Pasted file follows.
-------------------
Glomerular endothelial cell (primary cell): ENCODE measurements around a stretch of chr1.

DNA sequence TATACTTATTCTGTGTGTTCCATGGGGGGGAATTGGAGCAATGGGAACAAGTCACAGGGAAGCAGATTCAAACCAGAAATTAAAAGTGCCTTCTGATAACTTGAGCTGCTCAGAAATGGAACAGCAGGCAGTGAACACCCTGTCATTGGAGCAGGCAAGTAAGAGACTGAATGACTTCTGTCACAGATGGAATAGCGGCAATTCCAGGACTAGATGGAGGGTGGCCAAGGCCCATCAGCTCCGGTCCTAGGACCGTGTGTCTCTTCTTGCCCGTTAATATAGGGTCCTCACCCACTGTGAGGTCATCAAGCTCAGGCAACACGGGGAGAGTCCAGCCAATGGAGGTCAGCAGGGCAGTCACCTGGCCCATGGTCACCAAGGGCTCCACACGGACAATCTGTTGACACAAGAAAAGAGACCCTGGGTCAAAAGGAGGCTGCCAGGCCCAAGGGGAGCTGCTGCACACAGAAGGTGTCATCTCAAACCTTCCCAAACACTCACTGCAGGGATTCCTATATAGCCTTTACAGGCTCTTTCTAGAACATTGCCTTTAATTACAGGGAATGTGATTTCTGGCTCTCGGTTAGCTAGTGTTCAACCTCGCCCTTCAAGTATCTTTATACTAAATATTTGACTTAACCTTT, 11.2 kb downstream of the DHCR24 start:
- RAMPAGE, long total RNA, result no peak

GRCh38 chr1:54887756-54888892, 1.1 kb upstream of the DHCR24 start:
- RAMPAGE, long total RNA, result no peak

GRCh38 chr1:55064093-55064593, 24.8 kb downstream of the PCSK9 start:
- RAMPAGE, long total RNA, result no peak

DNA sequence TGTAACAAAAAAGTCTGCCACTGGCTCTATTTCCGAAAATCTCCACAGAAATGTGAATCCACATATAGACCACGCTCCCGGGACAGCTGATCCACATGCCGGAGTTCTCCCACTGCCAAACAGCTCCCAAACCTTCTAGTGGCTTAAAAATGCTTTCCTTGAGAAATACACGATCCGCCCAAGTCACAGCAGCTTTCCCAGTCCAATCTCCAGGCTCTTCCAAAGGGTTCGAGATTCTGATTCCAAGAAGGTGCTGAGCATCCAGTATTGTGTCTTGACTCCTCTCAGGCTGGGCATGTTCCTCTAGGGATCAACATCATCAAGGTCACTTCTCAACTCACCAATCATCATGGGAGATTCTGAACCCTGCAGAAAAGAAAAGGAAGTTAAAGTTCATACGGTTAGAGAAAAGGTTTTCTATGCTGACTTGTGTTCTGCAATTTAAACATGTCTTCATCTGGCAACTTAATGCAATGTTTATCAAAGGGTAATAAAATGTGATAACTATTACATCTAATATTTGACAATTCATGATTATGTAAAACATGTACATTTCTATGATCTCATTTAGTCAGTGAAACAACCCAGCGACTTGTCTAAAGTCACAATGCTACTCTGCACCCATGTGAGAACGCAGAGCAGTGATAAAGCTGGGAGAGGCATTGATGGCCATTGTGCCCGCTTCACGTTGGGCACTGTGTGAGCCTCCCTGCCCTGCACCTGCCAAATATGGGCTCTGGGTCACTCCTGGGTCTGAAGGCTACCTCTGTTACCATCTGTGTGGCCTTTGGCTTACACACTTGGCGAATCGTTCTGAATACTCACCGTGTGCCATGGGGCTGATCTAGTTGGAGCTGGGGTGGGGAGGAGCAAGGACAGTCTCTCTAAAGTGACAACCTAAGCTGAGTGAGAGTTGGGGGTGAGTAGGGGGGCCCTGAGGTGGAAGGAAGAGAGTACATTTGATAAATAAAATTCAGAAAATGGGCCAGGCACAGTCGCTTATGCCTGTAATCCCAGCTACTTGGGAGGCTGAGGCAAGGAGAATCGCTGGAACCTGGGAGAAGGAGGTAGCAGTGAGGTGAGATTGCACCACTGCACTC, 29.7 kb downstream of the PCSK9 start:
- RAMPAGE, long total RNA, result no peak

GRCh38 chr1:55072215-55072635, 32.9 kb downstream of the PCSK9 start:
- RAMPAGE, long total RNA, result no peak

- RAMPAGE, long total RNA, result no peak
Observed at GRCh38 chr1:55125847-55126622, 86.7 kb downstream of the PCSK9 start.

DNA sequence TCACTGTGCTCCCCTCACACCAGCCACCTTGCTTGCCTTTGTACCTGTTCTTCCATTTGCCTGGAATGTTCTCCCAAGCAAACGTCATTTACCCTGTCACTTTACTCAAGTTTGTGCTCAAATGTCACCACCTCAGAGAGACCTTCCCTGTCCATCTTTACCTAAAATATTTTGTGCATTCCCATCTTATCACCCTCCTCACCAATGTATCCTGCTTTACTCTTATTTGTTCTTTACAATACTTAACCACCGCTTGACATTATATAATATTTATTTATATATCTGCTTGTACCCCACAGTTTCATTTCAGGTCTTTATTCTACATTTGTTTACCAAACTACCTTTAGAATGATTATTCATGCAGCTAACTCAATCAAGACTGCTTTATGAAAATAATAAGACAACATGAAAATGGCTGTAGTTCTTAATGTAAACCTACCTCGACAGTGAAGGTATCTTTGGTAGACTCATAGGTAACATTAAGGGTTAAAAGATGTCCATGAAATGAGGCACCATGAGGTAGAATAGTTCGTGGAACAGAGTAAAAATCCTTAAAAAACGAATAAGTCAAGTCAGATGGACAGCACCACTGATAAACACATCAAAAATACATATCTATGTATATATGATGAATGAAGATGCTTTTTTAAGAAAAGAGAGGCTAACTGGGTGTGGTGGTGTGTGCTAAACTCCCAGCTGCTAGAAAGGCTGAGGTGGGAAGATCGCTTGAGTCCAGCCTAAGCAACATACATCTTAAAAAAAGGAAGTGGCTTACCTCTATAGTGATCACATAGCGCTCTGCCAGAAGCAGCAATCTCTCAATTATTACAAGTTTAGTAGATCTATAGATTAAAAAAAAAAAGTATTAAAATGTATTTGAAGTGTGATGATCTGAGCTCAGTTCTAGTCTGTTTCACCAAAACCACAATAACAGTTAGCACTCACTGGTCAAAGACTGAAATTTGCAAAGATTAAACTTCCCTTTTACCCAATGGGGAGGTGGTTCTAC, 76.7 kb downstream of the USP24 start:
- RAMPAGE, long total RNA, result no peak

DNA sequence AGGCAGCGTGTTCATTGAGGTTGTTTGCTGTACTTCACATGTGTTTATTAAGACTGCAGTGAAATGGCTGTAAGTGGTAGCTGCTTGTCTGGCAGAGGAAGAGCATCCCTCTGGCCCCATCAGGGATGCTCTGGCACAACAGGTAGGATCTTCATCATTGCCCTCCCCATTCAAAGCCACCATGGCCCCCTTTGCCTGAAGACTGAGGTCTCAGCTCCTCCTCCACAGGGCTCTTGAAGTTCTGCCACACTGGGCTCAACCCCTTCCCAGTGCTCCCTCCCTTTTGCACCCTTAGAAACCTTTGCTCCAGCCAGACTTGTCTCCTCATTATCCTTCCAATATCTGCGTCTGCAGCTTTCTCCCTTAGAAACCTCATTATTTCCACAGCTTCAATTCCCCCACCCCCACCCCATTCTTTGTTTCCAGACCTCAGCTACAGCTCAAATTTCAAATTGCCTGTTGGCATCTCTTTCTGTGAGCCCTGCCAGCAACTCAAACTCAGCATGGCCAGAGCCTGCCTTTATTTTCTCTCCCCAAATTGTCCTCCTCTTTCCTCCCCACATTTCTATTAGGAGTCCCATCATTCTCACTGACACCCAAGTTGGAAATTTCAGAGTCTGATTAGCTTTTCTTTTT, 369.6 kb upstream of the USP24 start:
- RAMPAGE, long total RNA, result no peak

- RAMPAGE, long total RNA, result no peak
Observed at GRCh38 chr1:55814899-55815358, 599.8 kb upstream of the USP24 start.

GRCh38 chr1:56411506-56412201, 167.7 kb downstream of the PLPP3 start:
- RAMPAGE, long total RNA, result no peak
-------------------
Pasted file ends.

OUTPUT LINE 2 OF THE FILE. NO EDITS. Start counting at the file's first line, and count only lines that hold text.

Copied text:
DNA sequence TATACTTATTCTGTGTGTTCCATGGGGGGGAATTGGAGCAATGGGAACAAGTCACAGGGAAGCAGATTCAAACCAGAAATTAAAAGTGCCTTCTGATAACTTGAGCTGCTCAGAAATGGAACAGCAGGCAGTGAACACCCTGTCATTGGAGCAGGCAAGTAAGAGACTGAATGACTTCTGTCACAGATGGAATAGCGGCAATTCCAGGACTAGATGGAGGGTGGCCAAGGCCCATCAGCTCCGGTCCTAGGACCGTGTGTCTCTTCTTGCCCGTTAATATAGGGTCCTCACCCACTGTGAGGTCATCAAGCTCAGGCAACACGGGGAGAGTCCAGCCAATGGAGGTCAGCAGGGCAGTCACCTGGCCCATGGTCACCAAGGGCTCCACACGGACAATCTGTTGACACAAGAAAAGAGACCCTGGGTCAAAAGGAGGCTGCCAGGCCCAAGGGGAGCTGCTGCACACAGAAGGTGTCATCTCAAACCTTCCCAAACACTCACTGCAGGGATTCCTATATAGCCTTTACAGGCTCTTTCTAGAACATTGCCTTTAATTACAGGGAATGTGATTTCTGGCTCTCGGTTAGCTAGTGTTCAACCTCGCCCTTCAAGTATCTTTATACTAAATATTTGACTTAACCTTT, 11.2 kb downstream of the DHCR24 start: